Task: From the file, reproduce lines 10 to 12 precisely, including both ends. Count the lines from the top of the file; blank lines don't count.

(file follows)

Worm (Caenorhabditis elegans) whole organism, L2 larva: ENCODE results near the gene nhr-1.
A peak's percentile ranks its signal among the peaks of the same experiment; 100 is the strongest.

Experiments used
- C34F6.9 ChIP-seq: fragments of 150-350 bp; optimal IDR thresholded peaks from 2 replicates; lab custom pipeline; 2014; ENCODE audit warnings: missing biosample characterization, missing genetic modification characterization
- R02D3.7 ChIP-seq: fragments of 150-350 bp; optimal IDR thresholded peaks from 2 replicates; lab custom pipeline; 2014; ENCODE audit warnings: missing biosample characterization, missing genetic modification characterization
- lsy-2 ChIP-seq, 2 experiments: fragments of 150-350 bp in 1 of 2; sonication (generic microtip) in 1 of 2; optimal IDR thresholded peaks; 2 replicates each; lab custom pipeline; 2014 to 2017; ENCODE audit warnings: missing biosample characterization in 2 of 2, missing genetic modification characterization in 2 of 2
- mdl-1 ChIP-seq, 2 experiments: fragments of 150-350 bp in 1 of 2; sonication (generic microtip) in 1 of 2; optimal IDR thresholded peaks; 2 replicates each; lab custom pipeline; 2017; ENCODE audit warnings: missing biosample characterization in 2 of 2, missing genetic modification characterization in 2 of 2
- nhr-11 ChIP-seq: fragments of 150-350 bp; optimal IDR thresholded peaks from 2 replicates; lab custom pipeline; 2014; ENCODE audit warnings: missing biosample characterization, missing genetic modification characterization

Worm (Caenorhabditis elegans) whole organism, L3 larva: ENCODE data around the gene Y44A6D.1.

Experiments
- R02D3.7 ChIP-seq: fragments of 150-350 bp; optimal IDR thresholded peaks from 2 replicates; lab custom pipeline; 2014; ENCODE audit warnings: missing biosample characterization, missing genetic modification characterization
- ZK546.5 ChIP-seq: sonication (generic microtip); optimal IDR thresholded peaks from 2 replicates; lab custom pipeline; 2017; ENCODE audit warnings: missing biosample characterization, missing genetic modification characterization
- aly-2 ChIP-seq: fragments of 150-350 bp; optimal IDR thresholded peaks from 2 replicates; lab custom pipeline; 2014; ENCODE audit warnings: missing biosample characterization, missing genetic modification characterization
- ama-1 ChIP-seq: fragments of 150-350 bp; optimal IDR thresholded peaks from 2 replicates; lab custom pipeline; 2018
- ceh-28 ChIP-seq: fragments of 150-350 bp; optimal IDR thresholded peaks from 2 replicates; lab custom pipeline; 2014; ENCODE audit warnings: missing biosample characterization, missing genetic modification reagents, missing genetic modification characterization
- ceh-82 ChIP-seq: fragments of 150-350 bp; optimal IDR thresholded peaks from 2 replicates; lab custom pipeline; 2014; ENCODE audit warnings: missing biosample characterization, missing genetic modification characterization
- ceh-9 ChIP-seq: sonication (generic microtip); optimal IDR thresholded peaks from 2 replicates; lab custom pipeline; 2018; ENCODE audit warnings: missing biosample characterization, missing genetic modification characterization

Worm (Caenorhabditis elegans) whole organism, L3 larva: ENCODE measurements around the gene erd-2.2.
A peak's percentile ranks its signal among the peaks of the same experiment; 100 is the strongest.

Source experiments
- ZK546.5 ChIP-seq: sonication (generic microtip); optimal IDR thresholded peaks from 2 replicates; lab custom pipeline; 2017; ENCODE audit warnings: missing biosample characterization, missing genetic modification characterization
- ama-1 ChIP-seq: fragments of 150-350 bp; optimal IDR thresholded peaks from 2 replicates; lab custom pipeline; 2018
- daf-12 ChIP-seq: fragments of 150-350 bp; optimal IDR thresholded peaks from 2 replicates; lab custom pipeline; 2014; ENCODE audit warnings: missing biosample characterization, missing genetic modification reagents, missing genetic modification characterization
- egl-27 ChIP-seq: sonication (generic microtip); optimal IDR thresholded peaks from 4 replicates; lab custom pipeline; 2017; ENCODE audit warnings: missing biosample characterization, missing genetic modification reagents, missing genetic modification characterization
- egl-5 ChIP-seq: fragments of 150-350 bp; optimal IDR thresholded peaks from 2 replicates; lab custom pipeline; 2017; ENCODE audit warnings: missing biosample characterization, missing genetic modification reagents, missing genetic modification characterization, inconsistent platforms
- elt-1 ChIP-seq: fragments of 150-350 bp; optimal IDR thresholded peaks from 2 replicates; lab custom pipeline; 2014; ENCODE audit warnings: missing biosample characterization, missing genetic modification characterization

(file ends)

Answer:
Experiments
- R02D3.7 ChIP-seq: fragments of 150-350 bp; optimal IDR thresholded peaks from 2 replicates; lab custom pipeline; 2014; ENCODE audit warnings: missing biosample characterization, missing genetic modification characterization
- ZK546.5 ChIP-seq: sonication (generic microtip); optimal IDR thresholded peaks from 2 replicates; lab custom pipeline; 2017; ENCODE audit warnings: missing biosample characterization, missing genetic modification characterization